HSN program assesses drivers' abilities to maintain privilege
Having been born with cerebral palsy, Marta Kurkimaki, 20, and Krystyn Derks, 19, both knew there was a chance they would never be able to get behind the wheel of a vehicle.
Cerebral palsy is a condition when muscle movements and posture is affected due to brain damage. For both ladies, the condition affects the left side of their bodies. Kurkimaki's condition is more severe than Derks', but both need the assistance of specialized equipment to help them steer their vehicles.
Luckily, they found that help through the Driver Assessment Rehabilitation Service (DARS), a program run through Health Sciences North that provides assessment and rehabilitation for people who are facing challenges in their ability to operate a motor vehicle. The goal is to ensure as many clients as possible can safely continue driving or have their driving privileges reinstated.
DARS clients are referred by their physician, when a change in their medical condition requires notification of the Ministry of Transportation under the Highway Traffic Act. Clients already under a licence suspension for medical reasons may also be referred to DARS.
It's also designed for people born with disabilities, like Kurkimaki and Derks, who may require extra training and devices installed in their vehicles to aid them in their driving. Depending on the client's assessment, DARS develops a personalized rehabilitation program which can include on-the-road sessions with a certified driving instructor.
“I knew I would need something (to help me drive); my left arm is a lot different, and I tried different things with the signal light, because it's on the left side of the steering wheel,” Kurkimaki said, in reference to the fact the cerebral palsy affects her left side.
The 20-year-old has been involved with DARS for more than a year. She now uses a specialized nob on her steering wheel that lets her drive only with her right hand. Her signals lights and high beams are operated via the nob.
“My dad tried to teach me (how to drive) without the use of any devices, but it was hard to do the turns, and my left hand wasn't able to help me,” she said. “Reg (Fitchett, of Valley Driver Training) gave me some cool information and tools to help me. It was great knowing that I'd be able to get some of my freedom back.”
In fact, it was Fitchett who told Derks about the program.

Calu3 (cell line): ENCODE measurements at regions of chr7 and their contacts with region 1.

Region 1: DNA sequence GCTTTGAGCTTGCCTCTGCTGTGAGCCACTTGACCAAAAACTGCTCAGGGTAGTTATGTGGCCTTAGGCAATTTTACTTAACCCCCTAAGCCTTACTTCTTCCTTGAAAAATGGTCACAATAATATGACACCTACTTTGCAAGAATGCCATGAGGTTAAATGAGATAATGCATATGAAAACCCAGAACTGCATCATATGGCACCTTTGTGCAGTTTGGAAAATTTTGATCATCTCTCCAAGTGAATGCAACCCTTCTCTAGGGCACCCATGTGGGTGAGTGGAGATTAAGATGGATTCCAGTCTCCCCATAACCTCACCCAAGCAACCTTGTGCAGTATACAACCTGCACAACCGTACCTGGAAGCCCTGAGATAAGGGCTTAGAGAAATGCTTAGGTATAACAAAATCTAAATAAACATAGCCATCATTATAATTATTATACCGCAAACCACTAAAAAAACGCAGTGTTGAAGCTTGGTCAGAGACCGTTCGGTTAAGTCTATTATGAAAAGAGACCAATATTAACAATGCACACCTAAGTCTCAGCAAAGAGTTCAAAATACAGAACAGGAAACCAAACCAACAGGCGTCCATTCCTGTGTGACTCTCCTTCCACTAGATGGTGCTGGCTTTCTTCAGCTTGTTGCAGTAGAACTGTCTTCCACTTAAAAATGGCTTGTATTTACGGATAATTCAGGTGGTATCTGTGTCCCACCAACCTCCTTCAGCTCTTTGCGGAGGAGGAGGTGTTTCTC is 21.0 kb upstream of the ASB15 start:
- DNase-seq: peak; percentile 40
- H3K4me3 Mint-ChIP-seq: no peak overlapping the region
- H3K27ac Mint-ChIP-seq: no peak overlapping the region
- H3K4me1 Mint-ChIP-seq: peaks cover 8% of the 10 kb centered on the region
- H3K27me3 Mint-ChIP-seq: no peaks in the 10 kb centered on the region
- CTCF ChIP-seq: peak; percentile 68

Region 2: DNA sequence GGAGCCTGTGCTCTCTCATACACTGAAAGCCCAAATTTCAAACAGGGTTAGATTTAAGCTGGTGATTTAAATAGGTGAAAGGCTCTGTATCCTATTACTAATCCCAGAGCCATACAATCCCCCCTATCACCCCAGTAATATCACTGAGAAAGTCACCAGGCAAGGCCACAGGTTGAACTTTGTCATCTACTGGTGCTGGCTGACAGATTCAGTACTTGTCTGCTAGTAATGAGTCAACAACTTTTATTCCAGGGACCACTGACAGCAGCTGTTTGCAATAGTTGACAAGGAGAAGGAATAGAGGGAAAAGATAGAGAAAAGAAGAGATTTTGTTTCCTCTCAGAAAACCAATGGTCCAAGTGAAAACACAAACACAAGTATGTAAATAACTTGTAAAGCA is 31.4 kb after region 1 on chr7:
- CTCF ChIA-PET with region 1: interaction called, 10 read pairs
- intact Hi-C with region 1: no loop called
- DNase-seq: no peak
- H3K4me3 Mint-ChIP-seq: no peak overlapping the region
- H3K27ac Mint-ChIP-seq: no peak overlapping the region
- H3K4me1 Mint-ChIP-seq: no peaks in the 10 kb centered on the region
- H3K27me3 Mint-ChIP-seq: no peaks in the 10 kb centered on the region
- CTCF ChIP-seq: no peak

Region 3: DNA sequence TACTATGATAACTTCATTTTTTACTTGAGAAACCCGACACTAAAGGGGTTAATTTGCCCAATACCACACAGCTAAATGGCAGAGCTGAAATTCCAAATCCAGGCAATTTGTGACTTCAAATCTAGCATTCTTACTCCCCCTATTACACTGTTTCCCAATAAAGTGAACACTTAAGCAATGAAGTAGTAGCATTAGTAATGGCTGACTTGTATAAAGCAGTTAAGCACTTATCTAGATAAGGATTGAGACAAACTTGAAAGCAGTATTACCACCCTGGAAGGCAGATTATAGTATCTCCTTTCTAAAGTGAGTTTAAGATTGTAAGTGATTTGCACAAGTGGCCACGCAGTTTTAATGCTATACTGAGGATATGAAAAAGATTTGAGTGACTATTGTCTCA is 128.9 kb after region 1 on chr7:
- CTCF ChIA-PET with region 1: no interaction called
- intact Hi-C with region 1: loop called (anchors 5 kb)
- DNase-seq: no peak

“On my 16th birthday, I wanted to be able to drive just like all my friends, and my parents told me I could do whatever I wanted to do, and if I wasn't able to do it, then they would find a way to make it happen,” she said. “I didn't know about the program until I started my driver-training course, where I met Reg, and he told me about it.”
Through her assessment, it was determined that all she needed was a basic nob for her steering wheel, but the freedom that comes with the ability to drive by herself is anything but basic.
“I love it,” she said. “I have my own car now, and I'm able to go to work and do whatever I want.”
Fitchett said people of varying abilities are trained to use the the adaptive devices prescribed through DARS.
“People use the driving methods they've had their entire lives, and all of a sudden things change, and they now have to learn a new system,” he said. “We've been reasonably successful in teaching clients to use those new technologies.”
Interestingly, it was a vehicle in Sudbury that had the very first left-side gas pedal installed in Canada, he said.
Training can take any number of hours, depending on the person, he said. Or, the client can pick up on it very quickly, and it may take only half an hour.
Before a person can get behind the wheel of a vehicle by themselves, they must first go through an assessment. That task falls to occupational therapists like Vicki Uguccioni.
“Basically, we assess whether it's safe for a client to drive,” Uguccioni said. “Clients of all ages are referred to us through their physician if there are concerns about a medical condition, a physical disability or a cognitive issue. We want to try and help people maintain their mobility and independence as much as possible.”
Since 2005, about 500 clients have been assessed through the program, she said. Most have been cleared to drive, but that is heavily dependent on the diagnosis.
For example, in the case of an amputation, it could be something as simple as installing a nob on the steering wheel. In other cases, when there are cognitive issues or other issues that affect such things as decision-making abilities, it may require more work, and the chances of being cleared for driving are reduced.
She also said it's unfortunate that there are still many people on the road who have a medical condition, but who refuse to seek an assessment for fear of losing their driving privilege.
“Often, that's not the case,” Uguccioni said. “With the right assistance, many people can maintain their driving privileges or have them reinstated.”
Since its inception, the percentage of clients retaining their driving privileges are: 100 per cent for paraplegia, fractures and amputation; 93 per cent for acquired brain injury; 85 per cent for multiple sclerosis; 70 per cent for cerebral vascular accident and stroke; 66 per cent for vision waiver; and 22 per cent for dementia-related conditions.
“If people with disabilities want to drive, this is definitely something they want to look into,” Kurkimaki said. “It's a great feeling. When you have a disability, you tend to think you can't do the same things as everyone else, but this program offers an outlet that leads to a more normal life.
“You're life will always be different, but it's a great feeling knowing you'll be able to at least drive on your own.”
Posted by Arron Pickard